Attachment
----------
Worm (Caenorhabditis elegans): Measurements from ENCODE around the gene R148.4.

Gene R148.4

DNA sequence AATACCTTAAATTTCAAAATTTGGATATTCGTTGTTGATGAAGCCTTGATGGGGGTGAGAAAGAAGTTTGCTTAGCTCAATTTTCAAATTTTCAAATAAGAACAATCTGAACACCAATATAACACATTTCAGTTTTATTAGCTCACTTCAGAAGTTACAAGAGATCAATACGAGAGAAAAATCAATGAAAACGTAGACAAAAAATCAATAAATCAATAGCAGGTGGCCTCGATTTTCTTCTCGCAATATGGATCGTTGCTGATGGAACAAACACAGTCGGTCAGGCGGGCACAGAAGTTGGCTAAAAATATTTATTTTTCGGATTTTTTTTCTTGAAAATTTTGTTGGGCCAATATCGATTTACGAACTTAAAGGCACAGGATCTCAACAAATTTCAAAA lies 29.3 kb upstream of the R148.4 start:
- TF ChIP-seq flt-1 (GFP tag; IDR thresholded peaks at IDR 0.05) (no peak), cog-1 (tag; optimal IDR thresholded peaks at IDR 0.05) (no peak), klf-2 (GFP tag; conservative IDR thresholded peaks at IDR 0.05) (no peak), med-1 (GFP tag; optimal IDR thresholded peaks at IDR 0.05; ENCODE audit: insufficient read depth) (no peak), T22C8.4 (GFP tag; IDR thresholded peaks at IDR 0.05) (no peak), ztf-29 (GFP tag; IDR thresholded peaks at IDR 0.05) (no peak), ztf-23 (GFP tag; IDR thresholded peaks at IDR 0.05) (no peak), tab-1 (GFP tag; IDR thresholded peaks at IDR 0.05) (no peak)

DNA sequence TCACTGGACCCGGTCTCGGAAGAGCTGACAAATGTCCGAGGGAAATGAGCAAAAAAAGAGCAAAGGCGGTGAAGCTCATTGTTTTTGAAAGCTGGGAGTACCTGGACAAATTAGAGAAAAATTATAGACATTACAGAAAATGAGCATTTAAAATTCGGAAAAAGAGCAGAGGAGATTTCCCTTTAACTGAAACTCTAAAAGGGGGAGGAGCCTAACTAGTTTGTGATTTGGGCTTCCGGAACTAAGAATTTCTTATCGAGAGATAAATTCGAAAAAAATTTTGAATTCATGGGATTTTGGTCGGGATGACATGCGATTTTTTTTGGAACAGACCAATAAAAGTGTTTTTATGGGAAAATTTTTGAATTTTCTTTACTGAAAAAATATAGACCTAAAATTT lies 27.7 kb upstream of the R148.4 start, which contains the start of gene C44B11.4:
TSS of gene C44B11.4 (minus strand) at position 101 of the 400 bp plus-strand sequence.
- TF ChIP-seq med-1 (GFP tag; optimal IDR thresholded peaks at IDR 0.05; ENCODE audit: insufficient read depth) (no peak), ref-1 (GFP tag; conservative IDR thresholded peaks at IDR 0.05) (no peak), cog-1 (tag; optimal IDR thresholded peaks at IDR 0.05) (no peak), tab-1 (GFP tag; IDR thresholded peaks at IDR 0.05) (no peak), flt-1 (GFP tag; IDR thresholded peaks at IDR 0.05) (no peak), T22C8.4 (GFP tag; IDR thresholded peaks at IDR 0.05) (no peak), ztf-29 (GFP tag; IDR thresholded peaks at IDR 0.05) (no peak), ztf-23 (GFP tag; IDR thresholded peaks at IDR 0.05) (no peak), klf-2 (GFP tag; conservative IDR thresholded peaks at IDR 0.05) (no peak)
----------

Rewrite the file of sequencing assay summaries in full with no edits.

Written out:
Worm (Caenorhabditis elegans): Measurements from ENCODE around the gene R148.4.

Gene R148.4

DNA sequence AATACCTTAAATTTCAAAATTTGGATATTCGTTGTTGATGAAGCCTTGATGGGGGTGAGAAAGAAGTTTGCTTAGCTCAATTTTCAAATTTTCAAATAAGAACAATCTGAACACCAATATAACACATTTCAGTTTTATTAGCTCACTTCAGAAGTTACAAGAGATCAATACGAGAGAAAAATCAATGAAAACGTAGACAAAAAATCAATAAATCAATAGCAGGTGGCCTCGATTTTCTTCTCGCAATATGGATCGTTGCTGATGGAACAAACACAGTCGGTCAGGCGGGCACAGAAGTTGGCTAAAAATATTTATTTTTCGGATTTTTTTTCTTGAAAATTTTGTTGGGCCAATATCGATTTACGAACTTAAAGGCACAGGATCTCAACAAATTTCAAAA lies 29.3 kb upstream of the R148.4 start:
- TF ChIP-seq flt-1 (GFP tag; IDR thresholded peaks at IDR 0.05) (no peak), cog-1 (tag; optimal IDR thresholded peaks at IDR 0.05) (no peak), klf-2 (GFP tag; conservative IDR thresholded peaks at IDR 0.05) (no peak), med-1 (GFP tag; optimal IDR thresholded peaks at IDR 0.05; ENCODE audit: insufficient read depth) (no peak), T22C8.4 (GFP tag; IDR thresholded peaks at IDR 0.05) (no peak), ztf-29 (GFP tag; IDR thresholded peaks at IDR 0.05) (no peak), ztf-23 (GFP tag; IDR thresholded peaks at IDR 0.05) (no peak), tab-1 (GFP tag; IDR thresholded peaks at IDR 0.05) (no peak)

DNA sequence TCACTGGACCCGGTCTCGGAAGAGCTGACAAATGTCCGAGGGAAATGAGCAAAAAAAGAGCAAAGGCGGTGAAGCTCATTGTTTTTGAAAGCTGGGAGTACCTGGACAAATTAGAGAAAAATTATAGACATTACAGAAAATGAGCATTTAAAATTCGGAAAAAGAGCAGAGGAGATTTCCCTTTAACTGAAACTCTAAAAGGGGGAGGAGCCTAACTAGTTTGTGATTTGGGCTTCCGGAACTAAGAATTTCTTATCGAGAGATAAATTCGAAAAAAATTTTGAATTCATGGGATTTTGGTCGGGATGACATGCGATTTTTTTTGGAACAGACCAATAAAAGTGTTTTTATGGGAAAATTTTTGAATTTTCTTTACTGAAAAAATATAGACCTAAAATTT lies 27.7 kb upstream of the R148.4 start, which contains the start of gene C44B11.4:
TSS of gene C44B11.4 (minus strand) at position 101 of the 400 bp plus-strand sequence.
- TF ChIP-seq med-1 (GFP tag; optimal IDR thresholded peaks at IDR 0.05; ENCODE audit: insufficient read depth) (no peak), ref-1 (GFP tag; conservative IDR thresholded peaks at IDR 0.05) (no peak), cog-1 (tag; optimal IDR thresholded peaks at IDR 0.05) (no peak), tab-1 (GFP tag; IDR thresholded peaks at IDR 0.05) (no peak), flt-1 (GFP tag; IDR thresholded peaks at IDR 0.05) (no peak), T22C8.4 (GFP tag; IDR thresholded peaks at IDR 0.05) (no peak), ztf-29 (GFP tag; IDR thresholded peaks at IDR 0.05) (no peak), ztf-23 (GFP tag; IDR thresholded peaks at IDR 0.05) (no peak), klf-2 (GFP tag; conservative IDR thresholded peaks at IDR 0.05) (no peak)